Arruñada advocates that titling programs therefore should be targeted at communities with weak informal legal orders and young communities.  The big difference in who resists law supporting impersonal transactions, he says, is that in less developed economies its general social or economic classestribal chiefs, the nobility, land tenants, and current debtors”—while in more developed economies its the professionals who specialize in providing palliative services to facilitate impersonal exchangemainly lawyers and conveyancers who draw up formal documents.  These are presented as artisan solutions, whereas impersonal exchange requires industrial, mass-produced contracts, default contract rules, and registries.  Thus, colonial powers such as France and the United Kingdom in Africa, as well as the United States in the Phillipines, introduced land registration in their colonies while keeping more traditional systems of privacy and recordation in their homelands. Apparently, colonies had stronger bureaucracies and weaker professions.  But professionals arent the only ones to blame; so is simple legal inertia and path-dependency.

Solutions should be situational: markets need institutions that match their scope.  Another example: Cattlemen in the US West could enforce their rights locally, but needed government intervention to make branding effective because cattle were traded across long distances; they thus pressured government to create brand registries, to ban driving unbranded cattle from a range, and to regulate and inspect cattle sales.  Thus, a larger market requires larger authorities, which may constrain local jurisdictions through common rules (which also sounds like a description of the evolution of international trade).  For land, this often also means introducing a numerus clausus that nullifies or degrades some customary and communitarian property rights.

Without political authority, private parties may try to develop institutions to do nearly the same thing, such as networks involving collective responsibility (usually among ethnic groups, for example with small groups of borrowers in microcredit schemes) or private registries (as with the US mortgage market).  Collective responsibility, however, relies on personal ties that tend to weaken just as trade and development increase.  And partipants in the US mortgage market developed MERS, which purported to be a national registry but didnt impose sufficient controls to actually track things.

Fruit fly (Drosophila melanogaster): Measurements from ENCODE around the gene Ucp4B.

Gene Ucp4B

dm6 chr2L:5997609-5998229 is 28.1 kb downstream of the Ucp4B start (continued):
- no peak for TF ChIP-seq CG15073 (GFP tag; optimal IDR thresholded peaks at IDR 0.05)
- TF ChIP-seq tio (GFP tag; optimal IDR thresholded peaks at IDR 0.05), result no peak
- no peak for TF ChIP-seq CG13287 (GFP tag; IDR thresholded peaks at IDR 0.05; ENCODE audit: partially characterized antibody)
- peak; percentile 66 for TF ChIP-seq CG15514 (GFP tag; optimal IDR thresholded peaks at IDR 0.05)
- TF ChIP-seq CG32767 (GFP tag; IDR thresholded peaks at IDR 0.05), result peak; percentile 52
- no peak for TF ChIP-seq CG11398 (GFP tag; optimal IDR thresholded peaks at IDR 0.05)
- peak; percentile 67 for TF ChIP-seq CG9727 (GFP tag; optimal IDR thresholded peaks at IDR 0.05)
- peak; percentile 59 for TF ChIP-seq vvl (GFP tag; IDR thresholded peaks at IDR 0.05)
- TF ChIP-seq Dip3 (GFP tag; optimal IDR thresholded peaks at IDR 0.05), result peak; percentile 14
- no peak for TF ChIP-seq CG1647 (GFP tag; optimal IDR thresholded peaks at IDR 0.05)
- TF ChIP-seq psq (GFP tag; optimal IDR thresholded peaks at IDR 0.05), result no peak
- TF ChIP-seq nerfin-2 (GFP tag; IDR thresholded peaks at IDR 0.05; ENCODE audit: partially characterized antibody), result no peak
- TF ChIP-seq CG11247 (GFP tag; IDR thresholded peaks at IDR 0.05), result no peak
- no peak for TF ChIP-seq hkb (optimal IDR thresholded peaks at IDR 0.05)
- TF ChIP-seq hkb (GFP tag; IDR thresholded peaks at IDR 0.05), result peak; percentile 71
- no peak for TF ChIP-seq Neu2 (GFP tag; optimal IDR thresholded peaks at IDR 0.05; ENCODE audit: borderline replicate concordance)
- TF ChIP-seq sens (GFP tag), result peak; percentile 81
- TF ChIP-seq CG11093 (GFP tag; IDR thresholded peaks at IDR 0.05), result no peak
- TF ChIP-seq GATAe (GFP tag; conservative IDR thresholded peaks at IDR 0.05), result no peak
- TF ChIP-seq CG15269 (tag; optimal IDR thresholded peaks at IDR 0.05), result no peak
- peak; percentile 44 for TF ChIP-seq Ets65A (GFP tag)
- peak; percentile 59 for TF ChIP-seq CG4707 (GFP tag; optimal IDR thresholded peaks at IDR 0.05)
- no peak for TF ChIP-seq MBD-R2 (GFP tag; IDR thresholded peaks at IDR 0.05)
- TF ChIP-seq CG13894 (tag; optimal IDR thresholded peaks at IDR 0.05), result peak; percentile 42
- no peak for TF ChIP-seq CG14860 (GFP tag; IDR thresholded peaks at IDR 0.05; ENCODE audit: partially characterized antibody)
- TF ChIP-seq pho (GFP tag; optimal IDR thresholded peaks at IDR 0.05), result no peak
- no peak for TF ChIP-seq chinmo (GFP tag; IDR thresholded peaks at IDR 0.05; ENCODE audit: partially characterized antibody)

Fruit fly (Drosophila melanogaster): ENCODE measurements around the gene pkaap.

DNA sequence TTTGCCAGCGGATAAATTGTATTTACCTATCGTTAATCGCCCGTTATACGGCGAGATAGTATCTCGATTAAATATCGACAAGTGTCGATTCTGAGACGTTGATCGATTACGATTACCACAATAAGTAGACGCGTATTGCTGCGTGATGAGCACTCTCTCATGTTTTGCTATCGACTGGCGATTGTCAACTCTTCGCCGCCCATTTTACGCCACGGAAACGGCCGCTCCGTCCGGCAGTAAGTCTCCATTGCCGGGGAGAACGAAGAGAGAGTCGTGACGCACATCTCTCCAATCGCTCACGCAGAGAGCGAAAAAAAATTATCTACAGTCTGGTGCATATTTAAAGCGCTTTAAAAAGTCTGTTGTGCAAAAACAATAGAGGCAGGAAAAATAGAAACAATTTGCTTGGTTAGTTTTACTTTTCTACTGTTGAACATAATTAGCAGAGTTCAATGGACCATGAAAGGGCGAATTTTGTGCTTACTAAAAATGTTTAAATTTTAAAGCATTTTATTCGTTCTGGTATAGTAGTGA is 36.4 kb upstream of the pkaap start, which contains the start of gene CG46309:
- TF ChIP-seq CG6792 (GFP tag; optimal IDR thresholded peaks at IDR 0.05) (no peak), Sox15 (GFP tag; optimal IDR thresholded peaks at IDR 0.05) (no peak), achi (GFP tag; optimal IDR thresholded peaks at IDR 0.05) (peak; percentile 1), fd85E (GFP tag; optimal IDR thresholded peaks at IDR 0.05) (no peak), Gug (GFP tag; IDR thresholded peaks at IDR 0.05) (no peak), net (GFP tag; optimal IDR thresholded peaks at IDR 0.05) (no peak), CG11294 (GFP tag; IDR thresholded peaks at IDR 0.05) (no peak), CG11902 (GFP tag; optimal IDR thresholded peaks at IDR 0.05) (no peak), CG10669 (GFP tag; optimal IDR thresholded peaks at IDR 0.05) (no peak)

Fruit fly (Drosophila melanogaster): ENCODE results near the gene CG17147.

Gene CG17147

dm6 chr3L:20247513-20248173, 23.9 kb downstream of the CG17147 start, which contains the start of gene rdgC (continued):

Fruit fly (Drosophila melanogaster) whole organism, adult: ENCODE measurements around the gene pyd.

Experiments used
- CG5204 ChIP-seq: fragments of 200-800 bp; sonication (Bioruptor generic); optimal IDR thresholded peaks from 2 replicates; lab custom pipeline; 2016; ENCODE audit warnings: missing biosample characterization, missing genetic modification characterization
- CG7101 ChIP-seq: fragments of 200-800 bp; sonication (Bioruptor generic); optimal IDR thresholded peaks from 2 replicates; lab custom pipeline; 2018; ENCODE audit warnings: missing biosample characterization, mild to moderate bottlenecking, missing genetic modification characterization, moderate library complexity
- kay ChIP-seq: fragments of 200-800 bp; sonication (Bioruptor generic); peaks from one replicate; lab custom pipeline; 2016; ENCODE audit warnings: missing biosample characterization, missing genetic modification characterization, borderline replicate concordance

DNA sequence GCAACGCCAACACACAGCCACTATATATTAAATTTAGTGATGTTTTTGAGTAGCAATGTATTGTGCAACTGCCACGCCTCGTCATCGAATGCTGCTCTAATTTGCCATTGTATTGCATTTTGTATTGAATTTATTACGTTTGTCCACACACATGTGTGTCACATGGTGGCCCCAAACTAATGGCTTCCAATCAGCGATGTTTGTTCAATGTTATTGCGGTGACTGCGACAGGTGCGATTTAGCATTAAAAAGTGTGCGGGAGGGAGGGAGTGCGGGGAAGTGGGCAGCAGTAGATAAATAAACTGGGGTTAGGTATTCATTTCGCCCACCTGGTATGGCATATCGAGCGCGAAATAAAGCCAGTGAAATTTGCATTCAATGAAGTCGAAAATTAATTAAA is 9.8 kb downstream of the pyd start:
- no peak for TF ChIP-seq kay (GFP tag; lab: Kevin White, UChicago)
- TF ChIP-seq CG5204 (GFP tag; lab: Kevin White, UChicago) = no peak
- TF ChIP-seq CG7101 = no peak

Arruñadas arguments about the 2008 crisis were the weakest part of the bookhe blamed it on the fact that the United States has poor institutions for publicly recording land transactions. They are plagued by the obsolete design of public recording offices, the poor incentives of the bureaucrats in charge of them, and the vested interests of conveyancers and title insurers. I would not have put those entities in the list of top ten causes.  The lack of a legal mandate to record a transaction in the name of the owner definitely was a problem, but I find it hard to blame the clerks for that.  Later, he says that the crisis was at least partly caused by bad incentives and poor performance by MERS and the mortgage industrys members, as well as their apparent oblivion of the judicial and political risks ever remaining on the enforcement of home foreclosures against apparently weak parties. [L]ocal courts took a narrow legalistic position against MERS in order to protect local intereststhose of borrowers. 

I can only read that last part as suggesting that contributors to the crisis were that (1) judges might actually enforce the law as written, and (2) politicians might object to massive foreclosures (although in fact they mostly intervened to foam the runway for the banks, with individual homes/homeowners playing the role of bubbles crushed to protect the bank-plane and its investor-passengers).  But neither (1) nor (2) helped start or worsen the crisis; financialization and the ultimate end of the rise of home prices did thatand by the way, the more foreclosures there are, the lower home prices go.  Speeding foreclosures would not have restored the banks to health because there would still be no one to sell the homes to at inflated prices.  Arruñada frames anti-MERS rulings as conflict between local and wider legal orders, respectively, supporting local and wider markets, without considering whether MERS actually supported wider markets or merely wider rent extraction.

Arruñada also notes that registration is hard to make complete.  Among other things, tax authorities resist having to record/risking destruction of their interests, people who benefit from complex systems like lawyers have an incentive to press for protection of unrecorded interests, and judges may feel the pull of equity (what Carol Rose calls the problem of crystals and mud). Arruñada also cautions that the government may want to use the register as a useful database for other things: enforcement of land use regulation substantially increased in Spain after a 1986 law ordered the land registry to check for building licenses as a requirement for registration.  But tax authorities have different incentivesthey want a complete register of ownership when it might not be efficient to do that.  Similarly, Arruñada is a bit worried about making registries completely public, as opposed to available only to people with a good reason to ask, because of the possibility of big data aggregation (hes not really clear on what harms he thinks might follow, but I guess we can all insert our own).